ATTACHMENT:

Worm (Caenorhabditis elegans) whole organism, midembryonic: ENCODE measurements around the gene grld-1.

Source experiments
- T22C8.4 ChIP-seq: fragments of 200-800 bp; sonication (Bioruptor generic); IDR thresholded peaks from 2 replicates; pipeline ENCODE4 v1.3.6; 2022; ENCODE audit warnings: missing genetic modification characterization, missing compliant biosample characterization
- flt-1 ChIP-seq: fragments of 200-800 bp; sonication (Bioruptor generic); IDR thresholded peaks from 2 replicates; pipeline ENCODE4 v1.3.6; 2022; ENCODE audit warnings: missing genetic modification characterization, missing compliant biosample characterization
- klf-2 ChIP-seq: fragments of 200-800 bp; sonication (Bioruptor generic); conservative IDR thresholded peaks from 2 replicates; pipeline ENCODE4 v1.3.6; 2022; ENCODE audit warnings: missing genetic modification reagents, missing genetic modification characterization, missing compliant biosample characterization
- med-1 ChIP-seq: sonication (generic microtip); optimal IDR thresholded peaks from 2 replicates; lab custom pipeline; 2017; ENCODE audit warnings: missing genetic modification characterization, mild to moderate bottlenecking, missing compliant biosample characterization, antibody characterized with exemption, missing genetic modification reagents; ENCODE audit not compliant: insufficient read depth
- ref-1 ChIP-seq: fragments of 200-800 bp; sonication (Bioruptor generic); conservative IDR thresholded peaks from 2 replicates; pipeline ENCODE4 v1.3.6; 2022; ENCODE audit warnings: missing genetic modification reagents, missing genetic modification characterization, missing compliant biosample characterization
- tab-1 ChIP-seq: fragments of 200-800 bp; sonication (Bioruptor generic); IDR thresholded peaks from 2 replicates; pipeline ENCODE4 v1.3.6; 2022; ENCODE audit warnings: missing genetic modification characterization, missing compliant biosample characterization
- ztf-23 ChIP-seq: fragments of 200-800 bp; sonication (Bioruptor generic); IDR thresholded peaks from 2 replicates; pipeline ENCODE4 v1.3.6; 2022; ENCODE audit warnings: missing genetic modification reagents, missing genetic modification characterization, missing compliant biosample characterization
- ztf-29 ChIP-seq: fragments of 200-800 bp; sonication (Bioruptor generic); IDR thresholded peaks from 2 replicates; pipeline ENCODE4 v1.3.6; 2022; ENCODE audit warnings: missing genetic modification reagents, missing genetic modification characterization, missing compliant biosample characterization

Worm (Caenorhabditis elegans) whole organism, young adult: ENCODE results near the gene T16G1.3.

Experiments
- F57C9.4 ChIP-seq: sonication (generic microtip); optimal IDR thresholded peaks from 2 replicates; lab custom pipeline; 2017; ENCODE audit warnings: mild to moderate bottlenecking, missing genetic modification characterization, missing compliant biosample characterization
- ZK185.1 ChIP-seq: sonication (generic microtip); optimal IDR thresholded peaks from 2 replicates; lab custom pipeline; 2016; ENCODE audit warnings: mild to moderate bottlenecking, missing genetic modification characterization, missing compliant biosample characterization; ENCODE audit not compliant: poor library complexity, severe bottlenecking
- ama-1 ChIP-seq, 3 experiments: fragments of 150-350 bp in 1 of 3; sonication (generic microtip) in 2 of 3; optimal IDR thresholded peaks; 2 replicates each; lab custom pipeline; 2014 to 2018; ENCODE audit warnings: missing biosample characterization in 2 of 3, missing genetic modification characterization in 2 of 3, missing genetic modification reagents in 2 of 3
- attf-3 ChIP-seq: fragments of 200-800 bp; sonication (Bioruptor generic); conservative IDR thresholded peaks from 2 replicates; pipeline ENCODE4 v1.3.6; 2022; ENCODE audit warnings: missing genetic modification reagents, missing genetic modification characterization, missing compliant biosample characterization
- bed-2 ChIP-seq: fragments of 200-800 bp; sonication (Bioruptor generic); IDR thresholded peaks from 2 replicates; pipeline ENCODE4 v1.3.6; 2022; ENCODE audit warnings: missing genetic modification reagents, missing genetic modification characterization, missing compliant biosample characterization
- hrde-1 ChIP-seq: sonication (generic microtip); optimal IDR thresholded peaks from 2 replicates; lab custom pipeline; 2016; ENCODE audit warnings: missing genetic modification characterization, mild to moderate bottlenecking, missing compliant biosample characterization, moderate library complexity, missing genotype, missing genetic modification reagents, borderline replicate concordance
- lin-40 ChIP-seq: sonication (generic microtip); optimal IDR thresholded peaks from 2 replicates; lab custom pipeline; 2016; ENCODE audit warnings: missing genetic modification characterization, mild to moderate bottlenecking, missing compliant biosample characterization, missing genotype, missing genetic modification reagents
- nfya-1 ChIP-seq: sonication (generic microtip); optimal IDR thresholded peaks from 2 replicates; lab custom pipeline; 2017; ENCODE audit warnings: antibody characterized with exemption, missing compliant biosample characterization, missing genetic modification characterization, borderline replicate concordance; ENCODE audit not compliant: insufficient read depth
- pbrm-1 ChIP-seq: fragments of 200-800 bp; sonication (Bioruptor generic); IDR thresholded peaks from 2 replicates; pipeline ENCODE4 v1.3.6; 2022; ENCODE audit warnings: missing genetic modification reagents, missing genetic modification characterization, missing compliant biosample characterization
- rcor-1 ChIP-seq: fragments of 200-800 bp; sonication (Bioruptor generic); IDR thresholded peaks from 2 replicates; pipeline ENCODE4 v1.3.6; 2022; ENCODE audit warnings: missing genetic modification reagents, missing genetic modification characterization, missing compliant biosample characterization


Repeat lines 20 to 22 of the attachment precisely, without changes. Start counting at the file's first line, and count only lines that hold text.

- nfya-1 ChIP-seq: sonication (generic microtip); optimal IDR thresholded peaks from 2 replicates; lab custom pipeline; 2017; ENCODE audit warnings: antibody characterized with exemption, missing compliant biosample characterization, missing genetic modification characterization, borderline replicate concordance; ENCODE audit not compliant: insufficient read depth
- pbrm-1 ChIP-seq: fragments of 200-800 bp; sonication (Bioruptor generic); IDR thresholded peaks from 2 replicates; pipeline ENCODE4 v1.3.6; 2022; ENCODE audit warnings: missing genetic modification reagents, missing genetic modification characterization, missing compliant biosample characterization
- rcor-1 ChIP-seq: fragments of 200-800 bp; sonication (Bioruptor generic); IDR thresholded peaks from 2 replicates; pipeline ENCODE4 v1.3.6; 2022; ENCODE audit warnings: missing genetic modification reagents, missing genetic modification characterization, missing compliant biosample characterization